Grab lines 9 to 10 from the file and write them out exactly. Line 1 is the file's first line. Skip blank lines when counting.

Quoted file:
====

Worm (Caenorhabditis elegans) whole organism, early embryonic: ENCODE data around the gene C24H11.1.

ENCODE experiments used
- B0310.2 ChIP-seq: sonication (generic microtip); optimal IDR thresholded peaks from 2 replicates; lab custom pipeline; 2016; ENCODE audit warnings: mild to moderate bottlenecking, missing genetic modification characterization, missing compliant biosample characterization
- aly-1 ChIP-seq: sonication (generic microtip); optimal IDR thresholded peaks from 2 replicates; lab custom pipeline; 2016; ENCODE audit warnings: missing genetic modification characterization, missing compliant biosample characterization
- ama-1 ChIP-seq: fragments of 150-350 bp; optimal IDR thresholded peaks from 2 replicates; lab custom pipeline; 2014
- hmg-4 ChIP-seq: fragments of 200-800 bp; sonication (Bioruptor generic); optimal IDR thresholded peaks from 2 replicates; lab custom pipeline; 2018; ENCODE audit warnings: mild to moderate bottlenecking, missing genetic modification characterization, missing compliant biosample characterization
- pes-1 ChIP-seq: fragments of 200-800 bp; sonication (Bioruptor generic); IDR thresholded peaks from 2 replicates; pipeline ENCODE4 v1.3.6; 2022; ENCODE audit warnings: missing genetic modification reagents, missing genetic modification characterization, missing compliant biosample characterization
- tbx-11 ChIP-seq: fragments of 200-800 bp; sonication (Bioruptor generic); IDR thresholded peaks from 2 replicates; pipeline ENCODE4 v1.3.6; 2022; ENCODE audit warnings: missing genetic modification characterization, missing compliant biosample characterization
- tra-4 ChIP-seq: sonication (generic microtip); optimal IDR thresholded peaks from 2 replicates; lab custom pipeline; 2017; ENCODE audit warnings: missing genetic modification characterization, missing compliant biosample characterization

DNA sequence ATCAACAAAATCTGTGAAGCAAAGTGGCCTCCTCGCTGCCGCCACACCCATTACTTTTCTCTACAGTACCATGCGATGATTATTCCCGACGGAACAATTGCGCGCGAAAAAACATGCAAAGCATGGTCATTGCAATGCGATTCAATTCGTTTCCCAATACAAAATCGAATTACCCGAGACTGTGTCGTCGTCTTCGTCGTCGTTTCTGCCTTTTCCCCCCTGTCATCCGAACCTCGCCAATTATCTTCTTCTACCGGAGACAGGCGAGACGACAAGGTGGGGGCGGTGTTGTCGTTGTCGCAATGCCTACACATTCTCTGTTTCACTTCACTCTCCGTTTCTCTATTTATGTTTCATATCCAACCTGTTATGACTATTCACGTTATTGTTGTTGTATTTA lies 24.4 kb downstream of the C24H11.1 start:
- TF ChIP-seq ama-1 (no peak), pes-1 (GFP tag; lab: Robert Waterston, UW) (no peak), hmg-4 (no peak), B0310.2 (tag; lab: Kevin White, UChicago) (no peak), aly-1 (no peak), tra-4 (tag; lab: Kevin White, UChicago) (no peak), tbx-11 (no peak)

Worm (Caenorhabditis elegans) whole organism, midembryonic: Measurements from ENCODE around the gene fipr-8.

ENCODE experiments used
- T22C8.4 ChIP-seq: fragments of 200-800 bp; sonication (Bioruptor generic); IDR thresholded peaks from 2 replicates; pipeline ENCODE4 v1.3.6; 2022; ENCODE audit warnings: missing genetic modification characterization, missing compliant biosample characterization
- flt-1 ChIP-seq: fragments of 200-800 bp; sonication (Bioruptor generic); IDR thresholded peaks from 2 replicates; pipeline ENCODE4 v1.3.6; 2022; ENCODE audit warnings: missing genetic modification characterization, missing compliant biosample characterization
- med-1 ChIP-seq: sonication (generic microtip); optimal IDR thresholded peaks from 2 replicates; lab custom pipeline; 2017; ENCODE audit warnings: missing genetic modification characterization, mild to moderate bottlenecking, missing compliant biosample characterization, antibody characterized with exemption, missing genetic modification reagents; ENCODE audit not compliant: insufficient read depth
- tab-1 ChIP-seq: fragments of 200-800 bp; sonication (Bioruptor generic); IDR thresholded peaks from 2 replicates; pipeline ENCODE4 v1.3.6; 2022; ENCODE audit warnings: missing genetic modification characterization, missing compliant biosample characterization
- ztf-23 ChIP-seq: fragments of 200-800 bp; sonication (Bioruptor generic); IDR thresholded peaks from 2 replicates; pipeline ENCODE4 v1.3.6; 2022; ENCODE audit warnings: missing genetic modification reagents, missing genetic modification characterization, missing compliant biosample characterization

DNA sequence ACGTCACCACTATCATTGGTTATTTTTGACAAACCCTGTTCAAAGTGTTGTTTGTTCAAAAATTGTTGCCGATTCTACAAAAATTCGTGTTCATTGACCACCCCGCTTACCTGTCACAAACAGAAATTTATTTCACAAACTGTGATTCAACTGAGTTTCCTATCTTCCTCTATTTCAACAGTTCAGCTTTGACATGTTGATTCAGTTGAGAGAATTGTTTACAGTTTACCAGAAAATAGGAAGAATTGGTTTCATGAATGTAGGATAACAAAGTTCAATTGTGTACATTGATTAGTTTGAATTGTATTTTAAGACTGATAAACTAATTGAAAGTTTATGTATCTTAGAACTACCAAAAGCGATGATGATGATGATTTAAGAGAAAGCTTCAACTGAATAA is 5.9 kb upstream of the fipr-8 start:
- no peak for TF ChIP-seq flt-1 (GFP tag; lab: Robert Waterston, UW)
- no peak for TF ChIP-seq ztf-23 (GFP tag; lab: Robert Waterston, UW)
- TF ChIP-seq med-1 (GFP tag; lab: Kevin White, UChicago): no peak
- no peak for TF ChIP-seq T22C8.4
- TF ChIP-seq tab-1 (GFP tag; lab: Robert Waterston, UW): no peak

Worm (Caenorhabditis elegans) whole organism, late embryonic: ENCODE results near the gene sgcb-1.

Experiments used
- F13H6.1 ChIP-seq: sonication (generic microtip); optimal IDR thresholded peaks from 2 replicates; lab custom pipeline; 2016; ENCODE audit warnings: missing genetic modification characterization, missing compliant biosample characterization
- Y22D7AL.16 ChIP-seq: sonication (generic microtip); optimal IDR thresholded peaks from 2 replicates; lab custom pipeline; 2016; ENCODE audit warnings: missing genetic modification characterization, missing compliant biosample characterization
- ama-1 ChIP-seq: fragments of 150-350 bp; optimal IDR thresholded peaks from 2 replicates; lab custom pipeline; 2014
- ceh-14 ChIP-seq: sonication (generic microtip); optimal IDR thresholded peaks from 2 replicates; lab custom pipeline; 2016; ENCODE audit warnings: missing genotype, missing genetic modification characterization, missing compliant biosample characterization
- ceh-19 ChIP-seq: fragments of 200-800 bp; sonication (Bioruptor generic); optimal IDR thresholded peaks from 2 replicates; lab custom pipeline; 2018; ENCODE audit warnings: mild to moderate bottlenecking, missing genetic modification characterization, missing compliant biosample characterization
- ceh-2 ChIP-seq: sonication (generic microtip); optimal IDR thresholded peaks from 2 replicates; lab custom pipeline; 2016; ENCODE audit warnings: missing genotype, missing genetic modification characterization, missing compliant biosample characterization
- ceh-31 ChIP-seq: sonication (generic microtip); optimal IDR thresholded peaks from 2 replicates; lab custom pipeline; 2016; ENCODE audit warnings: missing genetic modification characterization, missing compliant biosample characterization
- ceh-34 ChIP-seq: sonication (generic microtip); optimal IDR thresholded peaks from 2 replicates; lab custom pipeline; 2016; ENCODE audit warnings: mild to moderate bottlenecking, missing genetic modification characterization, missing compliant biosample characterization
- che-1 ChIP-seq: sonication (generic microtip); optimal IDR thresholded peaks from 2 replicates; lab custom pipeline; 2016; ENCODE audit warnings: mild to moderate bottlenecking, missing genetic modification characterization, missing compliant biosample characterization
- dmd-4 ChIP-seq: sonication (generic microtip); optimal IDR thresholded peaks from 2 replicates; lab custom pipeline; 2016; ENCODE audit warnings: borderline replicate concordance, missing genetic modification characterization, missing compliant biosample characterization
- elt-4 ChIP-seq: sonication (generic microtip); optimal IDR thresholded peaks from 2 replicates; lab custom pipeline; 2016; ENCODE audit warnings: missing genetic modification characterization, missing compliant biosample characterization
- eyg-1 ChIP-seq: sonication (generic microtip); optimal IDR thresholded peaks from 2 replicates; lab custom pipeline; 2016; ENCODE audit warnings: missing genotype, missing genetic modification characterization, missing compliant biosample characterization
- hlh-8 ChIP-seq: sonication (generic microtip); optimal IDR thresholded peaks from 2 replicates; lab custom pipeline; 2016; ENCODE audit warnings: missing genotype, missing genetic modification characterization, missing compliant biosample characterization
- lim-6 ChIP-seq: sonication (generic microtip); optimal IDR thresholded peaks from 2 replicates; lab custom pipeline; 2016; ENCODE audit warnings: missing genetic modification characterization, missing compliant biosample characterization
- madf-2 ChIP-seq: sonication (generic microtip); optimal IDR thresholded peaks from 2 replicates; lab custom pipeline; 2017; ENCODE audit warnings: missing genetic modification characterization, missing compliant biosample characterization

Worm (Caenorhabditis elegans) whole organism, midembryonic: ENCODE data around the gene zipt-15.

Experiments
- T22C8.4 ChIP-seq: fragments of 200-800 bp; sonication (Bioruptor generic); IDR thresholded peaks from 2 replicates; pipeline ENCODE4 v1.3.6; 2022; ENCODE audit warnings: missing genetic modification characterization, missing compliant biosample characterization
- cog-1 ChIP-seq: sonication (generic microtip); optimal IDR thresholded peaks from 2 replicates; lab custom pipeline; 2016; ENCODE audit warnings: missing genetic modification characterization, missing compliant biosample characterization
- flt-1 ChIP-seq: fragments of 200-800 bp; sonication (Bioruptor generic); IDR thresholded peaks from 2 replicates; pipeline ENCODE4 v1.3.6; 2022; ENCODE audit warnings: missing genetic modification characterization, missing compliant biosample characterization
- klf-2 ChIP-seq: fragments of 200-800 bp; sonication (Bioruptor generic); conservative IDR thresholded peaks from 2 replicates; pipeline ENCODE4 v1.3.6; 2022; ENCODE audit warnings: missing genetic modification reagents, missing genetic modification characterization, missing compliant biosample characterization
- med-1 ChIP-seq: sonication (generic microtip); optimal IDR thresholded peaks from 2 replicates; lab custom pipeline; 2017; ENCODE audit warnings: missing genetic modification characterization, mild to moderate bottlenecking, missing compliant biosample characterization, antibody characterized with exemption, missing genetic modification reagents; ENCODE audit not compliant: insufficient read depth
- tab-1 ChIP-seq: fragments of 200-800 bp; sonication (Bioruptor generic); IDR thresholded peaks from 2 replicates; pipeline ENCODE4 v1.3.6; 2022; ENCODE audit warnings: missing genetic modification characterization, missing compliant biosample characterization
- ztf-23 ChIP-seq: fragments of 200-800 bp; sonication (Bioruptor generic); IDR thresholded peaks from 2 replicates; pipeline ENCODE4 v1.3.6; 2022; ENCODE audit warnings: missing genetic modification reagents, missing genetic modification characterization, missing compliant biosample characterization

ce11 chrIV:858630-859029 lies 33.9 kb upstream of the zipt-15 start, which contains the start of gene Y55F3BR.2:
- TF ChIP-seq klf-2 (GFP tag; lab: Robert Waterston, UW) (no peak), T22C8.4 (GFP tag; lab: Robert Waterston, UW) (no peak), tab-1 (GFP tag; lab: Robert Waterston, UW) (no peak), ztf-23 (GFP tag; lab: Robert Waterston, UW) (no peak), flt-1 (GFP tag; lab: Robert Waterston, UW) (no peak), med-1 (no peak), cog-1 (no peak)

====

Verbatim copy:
- tra-4 ChIP-seq: sonication (generic microtip); optimal IDR thresholded peaks from 2 replicates; lab custom pipeline; 2017; ENCODE audit warnings: missing genetic modification characterization, missing compliant biosample characterization

DNA sequence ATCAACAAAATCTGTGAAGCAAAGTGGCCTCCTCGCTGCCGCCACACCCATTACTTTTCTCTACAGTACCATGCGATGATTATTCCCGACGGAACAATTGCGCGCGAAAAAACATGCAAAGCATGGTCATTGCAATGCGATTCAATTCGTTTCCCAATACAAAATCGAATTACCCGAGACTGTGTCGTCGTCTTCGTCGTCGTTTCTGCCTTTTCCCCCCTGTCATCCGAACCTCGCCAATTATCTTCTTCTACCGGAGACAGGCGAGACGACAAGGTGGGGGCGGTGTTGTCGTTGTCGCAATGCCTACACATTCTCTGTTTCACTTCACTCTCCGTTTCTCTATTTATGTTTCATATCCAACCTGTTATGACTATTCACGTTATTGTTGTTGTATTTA lies 24.4 kb downstream of the C24H11.1 start: